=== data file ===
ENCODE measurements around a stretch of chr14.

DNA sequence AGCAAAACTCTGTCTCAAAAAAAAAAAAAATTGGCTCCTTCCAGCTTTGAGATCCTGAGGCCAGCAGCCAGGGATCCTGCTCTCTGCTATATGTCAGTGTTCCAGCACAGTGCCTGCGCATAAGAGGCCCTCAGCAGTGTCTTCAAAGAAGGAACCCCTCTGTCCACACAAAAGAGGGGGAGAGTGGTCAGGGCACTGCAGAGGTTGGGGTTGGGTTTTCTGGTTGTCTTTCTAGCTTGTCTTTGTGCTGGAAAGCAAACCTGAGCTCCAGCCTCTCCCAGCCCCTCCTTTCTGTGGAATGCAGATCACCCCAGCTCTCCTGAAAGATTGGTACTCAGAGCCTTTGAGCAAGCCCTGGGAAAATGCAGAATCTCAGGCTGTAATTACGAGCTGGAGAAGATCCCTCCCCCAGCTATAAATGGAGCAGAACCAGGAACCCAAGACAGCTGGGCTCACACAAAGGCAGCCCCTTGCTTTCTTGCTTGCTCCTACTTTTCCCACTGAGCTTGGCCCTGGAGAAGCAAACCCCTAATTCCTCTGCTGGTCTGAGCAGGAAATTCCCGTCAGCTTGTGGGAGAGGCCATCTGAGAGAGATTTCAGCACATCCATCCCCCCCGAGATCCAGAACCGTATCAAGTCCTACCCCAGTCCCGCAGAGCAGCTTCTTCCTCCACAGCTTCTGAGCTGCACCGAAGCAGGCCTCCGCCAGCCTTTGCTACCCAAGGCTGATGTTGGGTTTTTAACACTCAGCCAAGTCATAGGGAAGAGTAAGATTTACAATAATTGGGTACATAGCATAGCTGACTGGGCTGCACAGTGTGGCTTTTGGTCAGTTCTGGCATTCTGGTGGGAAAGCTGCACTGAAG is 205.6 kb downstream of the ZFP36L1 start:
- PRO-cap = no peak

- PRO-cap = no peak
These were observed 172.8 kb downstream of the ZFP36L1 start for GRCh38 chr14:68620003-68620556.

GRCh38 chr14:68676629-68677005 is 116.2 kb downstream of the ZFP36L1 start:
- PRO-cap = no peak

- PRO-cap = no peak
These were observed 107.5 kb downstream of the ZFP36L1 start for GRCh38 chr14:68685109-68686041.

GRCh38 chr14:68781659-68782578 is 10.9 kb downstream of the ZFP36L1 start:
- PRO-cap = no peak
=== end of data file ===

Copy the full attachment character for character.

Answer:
ENCODE measurements around a stretch of chr14.

DNA sequence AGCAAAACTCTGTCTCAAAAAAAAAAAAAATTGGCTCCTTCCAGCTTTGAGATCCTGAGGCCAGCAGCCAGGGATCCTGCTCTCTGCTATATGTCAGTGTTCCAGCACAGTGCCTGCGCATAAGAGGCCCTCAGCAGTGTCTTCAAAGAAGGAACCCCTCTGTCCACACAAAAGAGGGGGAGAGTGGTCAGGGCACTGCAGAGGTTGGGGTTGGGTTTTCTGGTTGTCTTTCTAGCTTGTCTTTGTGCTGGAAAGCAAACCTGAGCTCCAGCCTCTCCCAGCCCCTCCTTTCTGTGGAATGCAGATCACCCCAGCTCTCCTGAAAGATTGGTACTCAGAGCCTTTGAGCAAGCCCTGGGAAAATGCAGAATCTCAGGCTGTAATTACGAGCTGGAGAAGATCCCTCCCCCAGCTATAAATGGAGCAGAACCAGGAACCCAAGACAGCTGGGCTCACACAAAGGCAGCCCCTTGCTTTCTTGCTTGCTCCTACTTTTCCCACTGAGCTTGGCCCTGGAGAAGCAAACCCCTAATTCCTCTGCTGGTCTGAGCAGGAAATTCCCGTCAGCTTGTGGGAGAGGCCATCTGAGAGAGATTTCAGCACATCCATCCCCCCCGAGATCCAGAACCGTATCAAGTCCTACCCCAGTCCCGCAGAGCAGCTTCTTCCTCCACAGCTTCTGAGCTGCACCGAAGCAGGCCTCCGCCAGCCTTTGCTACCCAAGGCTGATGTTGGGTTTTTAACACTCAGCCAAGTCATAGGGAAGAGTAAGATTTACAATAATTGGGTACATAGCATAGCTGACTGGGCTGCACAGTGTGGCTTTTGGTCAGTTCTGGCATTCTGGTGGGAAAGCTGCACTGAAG is 205.6 kb downstream of the ZFP36L1 start:
- PRO-cap = no peak

- PRO-cap = no peak
These were observed 172.8 kb downstream of the ZFP36L1 start for GRCh38 chr14:68620003-68620556.

GRCh38 chr14:68676629-68677005 is 116.2 kb downstream of the ZFP36L1 start:
- PRO-cap = no peak

- PRO-cap = no peak
These were observed 107.5 kb downstream of the ZFP36L1 start for GRCh38 chr14:68685109-68686041.

GRCh38 chr14:68781659-68782578 is 10.9 kb downstream of the ZFP36L1 start:
- PRO-cap = no peak